There is no shortage of articles on the Internet about the cross-compatibility of HTML5. The bigger question at hand is not whether HTML5 is compatible on platforms, but whether it works well on all platforms. Obviously, with the sheer amount of devices and operating systems that the language supports, there will be some differences in terms of speed with regard to how the code is processed, but it will be easier to find places that do it well than places that don't.
The problem with attempting to be a strong language for all different types of operating systems it that HTML5 widgets cannot be content with simply being good across a variety of systems - they must be better than any system's individual most well-optimized code. HTML5 needs to be the reigning champion across many different systems. In order to figure out whether or not these devices' interactions with HTML5 are actually that strong, some investigative reporting is necessary. Luckily, if there's anything the development community loves more than development, it's stress-testing other people's applications.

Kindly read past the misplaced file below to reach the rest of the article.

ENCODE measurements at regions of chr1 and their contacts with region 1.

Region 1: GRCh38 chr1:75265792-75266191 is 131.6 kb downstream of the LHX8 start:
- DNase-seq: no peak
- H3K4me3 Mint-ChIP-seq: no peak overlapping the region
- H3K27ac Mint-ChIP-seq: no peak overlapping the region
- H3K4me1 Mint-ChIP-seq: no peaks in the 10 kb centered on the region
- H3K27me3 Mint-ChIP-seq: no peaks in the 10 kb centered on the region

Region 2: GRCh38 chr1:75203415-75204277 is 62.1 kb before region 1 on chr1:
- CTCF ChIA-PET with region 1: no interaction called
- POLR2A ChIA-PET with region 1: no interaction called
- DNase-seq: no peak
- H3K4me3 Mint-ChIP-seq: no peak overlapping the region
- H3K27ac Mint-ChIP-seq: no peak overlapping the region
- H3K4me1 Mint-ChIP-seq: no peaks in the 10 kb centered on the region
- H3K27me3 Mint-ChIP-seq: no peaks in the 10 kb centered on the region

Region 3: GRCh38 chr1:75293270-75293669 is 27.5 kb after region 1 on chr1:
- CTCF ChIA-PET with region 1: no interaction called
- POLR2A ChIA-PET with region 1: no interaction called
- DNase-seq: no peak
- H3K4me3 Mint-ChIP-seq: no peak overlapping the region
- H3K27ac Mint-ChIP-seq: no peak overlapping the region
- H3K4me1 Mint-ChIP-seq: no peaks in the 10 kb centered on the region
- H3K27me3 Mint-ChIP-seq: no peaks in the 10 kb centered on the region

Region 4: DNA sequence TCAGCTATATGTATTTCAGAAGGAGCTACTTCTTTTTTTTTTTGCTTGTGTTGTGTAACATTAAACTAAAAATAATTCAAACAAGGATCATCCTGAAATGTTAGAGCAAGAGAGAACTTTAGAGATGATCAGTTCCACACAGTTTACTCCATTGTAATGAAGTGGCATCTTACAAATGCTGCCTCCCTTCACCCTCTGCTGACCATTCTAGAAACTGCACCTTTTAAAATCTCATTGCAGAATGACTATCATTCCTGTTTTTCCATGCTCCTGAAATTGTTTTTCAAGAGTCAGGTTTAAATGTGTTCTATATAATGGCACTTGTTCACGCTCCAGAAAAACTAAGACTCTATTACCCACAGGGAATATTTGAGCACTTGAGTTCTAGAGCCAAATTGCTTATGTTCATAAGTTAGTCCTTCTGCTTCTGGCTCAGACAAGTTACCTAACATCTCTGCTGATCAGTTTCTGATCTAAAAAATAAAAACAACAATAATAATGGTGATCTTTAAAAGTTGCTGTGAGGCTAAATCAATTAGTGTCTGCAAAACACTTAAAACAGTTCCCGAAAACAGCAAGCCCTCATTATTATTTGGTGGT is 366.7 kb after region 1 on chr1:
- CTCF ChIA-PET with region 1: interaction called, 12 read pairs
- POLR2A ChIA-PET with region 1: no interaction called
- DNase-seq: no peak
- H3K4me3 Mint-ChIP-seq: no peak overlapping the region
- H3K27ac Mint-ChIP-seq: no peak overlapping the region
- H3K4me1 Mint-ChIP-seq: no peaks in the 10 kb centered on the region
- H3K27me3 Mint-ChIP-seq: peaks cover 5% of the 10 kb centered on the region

Tests performed on HTML5
While it is at this point a given that it is easy to build cross-platform developments with HTML5, as the people at WhaTech pointed out, developers should now look to make sure that HTML5 is an efficient language in their platform of choice. As more support comes out, HTML5 should become stronger across all areas, but specific improvements can always be made. Like other major languages that have preceded it, HTML5 will only grow stronger as it is more overwhelmingly adopted and has more systems optimized to make use of its specific capabilities and specialties.